engine already warmed up, pull the parking brake and leave the shifter in ”D”. Get out of the car and pull the plug which connects that four wire connector to the ISCV. This way you will have a constant amount of combustion air passing by no matter what the ECM does. Now, drive the car for a couple of miles and check whether the problem is still there. You will of course get an MIL indication in the dashboard telling you that there is something wrong with the engine. This is due to the fact that the ECM has a self test system onboard which also checks feedback concerning the ISCV. You can turn the engine off, start it again, and you can drive the car like this for a couple of days if you wish. You will observe some ”unusual” behavior when releasing the gas pedal at higher speeds but that’s about it. And of course you will have a slightly accelerated idle speed with the gear shifter in the ”N” position at some 1,000 rpm.

If the problem is still there you have a mechanical problem which has nothing to do with the ECM control mechanisms.

If it is gone you either have an electrical control problem (not necessarily the ECM itself – please refer to the other tests) or the plunger of your ISCV is stuck.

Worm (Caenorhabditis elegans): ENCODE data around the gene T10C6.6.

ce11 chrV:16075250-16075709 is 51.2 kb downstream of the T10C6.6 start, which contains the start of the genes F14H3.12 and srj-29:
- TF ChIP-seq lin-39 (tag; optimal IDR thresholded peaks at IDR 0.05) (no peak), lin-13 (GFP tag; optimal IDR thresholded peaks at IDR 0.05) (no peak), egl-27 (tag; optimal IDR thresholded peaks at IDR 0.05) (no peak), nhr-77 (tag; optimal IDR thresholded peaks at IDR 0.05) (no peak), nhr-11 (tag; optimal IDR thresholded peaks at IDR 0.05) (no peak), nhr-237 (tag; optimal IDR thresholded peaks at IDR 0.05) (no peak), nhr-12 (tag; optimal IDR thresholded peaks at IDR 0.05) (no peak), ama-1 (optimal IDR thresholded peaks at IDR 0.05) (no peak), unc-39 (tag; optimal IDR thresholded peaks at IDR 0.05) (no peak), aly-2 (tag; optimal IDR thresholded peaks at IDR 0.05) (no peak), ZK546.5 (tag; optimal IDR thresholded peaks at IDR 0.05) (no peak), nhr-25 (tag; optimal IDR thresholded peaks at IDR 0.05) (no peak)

To make sure that the ISCV plunger is moved correctly remove the ISCV but leave the connector plugged. Now turn the ignition on (do not start the engine) and observe the plunger movement. Turn the ignition off and observe the plunger movement again. If it is moving properly in and out again every time you turn the ignition on or off the plunger and the stepper motor attached to it should be ok.


You should now check the Throttle Position Sensor. It delivers one of several input signals the ECM uses to control the ISCV. There
is a gold plated potentiometer located at the bottom of the throttle body and which is fed by 5 V through the ECM. With the ignition on you should check with an analog voltmeter whether the voltage is moving smoothly up and down while you are pushing the gas pedal smoothly up and down. You can attach the positive probe to pin 12 at P1105 of the ECM with the connector attached to the ECM and the negative probe to ground.